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Fish slice

Fish slice

  • Place of origin:

    Chicago (made)

  • Date:

    2003 (made)

  • Artist/Maker:

    Slemmons, Kiff, born 1944 (designer and maker)

  • Materials and Techniques:

    Sterling silver, steel rulers, pierced, rivetted and engraved

  • Credit Line:

    Given by the American Friends of the V&A through the generosity of Professor B. Seymour Rabinovitch

  • Museum number:


  • Gallery location:

    In Storage

The concept of this piece is original and contemporary. The handle is an engraved steel ruler riveted to its silver frame. The "measurement" motif is extended in the edges of the server each with tiny sub-divisions. The piece is hinged in four places and folds into a compact knife shape, echoing a fisherman's pocket knife. The utilitarian design is enhanced by the square cut blade and finial with severe net diamond pierced pattern that is riveted to its frame. This subtly humourous design references three aspects fishing; the net, the knife, and the ruler for measuring purposes. The individual touches to this piece are bold, roman numerals IX, II, V, extend across the shaft claiming the silver standard. The first segment of the blade bears a short swivelling tube with a flag engraved "SEYMOUR" that turns to reveal "FROM KIFF". The strong individuality of this piece creates a striking presence.

Physical description

The knife-shaped sheet blade is a pierced net diamond pattern. It is framed on the underside by a narrow band that is rivetted to the sheet; like every edge of this slice, it carries "length" sub division marks. The blade had a square cut rear edge whose frame is accented by ten small applied circles. It is hinged to the first part of segmented rectangular handle shaft whose top side is a zig-zag cut out frame for a steel ruler. A U-hinge connects to a similarly constructed piece that is hinged to a semi-circular finial shape of allied construction. The shaft may be folded; the finial is thus brought into juxtaposition with the blade to form a compact knife shape, which unifies the net design. Raised circles on the finial display the numbers 2000, 2003 - the commissioning and delivery dates. Surfaces are polished.

Place of Origin

Chicago (made)


2003 (made)


Slemmons, Kiff, born 1944 (designer and maker)

Materials and Techniques

Sterling silver, steel rulers, pierced, rivetted and engraved

Marks and inscriptions

The underside of handle carries the Roman numerals "IX, II, V", formed from square strips and certify the sterling standard.

Attached to one edge of the leading segment is a very short tube on a swivel which accepts the prong of a small rectangular, open box device that is held by a length (6cm) of chain to a swivel on the other edge. It bears a narrow flag that carries the decoratwed engraving.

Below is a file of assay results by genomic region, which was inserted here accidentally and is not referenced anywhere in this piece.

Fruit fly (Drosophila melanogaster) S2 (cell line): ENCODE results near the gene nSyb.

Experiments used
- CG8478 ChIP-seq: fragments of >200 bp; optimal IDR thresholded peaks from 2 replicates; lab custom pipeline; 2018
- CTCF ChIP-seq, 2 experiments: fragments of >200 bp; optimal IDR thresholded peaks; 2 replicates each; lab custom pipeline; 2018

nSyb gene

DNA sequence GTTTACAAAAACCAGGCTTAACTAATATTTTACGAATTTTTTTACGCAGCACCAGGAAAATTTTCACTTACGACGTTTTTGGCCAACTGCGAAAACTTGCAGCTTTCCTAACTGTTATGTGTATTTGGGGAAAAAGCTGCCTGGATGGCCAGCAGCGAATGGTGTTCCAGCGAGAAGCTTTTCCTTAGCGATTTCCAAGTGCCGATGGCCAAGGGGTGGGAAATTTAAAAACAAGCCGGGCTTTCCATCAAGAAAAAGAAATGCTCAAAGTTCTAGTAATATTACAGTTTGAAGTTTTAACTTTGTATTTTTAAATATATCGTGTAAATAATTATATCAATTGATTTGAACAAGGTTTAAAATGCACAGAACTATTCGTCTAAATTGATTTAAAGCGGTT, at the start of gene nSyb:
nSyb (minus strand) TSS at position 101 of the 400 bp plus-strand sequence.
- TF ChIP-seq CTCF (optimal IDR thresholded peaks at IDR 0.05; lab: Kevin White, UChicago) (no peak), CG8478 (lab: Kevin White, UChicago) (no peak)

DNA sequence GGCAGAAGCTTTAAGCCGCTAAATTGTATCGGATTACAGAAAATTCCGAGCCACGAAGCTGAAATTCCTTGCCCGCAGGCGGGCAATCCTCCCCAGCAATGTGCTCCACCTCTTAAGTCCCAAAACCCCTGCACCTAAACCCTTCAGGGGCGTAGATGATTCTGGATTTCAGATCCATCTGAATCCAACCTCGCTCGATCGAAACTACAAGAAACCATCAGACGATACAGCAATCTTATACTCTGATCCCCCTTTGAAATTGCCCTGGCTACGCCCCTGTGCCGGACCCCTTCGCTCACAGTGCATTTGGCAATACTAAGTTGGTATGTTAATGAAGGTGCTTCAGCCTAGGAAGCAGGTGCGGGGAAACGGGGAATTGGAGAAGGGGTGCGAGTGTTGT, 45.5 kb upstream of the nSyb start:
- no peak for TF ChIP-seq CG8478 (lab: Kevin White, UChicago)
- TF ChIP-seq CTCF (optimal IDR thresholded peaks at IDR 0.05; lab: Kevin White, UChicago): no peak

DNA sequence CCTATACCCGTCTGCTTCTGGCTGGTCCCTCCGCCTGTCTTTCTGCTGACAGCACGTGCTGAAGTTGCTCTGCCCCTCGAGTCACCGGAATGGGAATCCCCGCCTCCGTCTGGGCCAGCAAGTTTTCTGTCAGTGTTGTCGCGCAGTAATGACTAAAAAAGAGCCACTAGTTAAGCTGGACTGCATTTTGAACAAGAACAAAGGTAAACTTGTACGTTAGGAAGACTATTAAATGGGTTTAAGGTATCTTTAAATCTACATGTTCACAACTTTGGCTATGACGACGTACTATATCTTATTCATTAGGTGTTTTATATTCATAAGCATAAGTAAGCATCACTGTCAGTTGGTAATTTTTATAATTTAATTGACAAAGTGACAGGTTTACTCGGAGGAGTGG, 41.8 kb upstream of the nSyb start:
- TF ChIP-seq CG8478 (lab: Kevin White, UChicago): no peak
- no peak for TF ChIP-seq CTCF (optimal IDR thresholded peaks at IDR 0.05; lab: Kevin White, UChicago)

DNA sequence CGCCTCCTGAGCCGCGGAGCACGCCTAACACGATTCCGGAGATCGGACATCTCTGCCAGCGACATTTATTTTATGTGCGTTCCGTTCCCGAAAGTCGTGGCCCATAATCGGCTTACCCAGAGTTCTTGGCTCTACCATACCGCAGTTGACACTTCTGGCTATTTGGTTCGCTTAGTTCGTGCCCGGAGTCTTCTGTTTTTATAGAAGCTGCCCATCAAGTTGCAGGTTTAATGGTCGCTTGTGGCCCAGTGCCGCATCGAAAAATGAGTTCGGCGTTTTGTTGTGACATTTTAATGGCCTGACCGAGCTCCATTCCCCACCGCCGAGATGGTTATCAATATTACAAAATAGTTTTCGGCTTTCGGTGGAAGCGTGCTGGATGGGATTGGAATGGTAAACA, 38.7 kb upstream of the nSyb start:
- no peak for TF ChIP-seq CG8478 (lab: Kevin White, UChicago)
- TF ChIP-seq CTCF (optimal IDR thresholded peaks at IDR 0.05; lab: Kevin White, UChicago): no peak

Length: 35.5 cm, Weight: 186 g

Object history note

Historical significance: A jeweller by trade, Slemmons was apprehensive at the commission of a fish slice. He conveys a humour in his work, in this case derived from the casual reference to the killing of the fish. The absurdity of this ingenious design "first measuring the fish and later, after cooking, pulling it out again and unfolding it for service" appealed to Slemmons. The signing of this piece is unusual for his work, a homage to the commissioner.

Historical context note

Part of a collection of fish slices commissioned by Professor Rabinovitch from contemporary North American and British makers.

Descriptive line

Sterling silver and steel, USA, Chicago, 2003, designed and made by Kiff Slemmons.

Bibliographic References (Citation, Note/Abstract, NAL no)

Benton Seymour Rabinovitch, Contemporary Silver, Part II: Recent Commissions, Seattle, 2005, pp. 62-3. ill.

Labels and date

This collection of silver slices, all commissioned over a period of twenty years by Professor Benton Seymour Rabinovitch FRS, is proof of the skill and diversity of contemporary silversmiths. Each artist craftsman has responded to the familiar functional form of the slice in an individual way, producing an astonishingly diverse range of interpretations. Each piece becomes an enchanting, decorative work of art. Professor Rabinovitch established a close rapport with each artist, always encouraging a freedom of creative expression. The response of these silversmiths has been not only to be strikingly imaginative but also to honour him by giving him their best work.

This collection is testimony to the significant contribution that one individual can make to supporting the craft of silversmithing. After commissioning work from some of the most illustrious names in British and North American silversmithing, Professor Rabinovitch has very generously donated his entire collection to the Victoria and Albert Museum, through the American Friends of the V&A. [2005]


Silver; Steel


Piercing; Rivetting; Engraving; Polishing

Subjects depicted



Metalwork; Eating


Metalwork Collection

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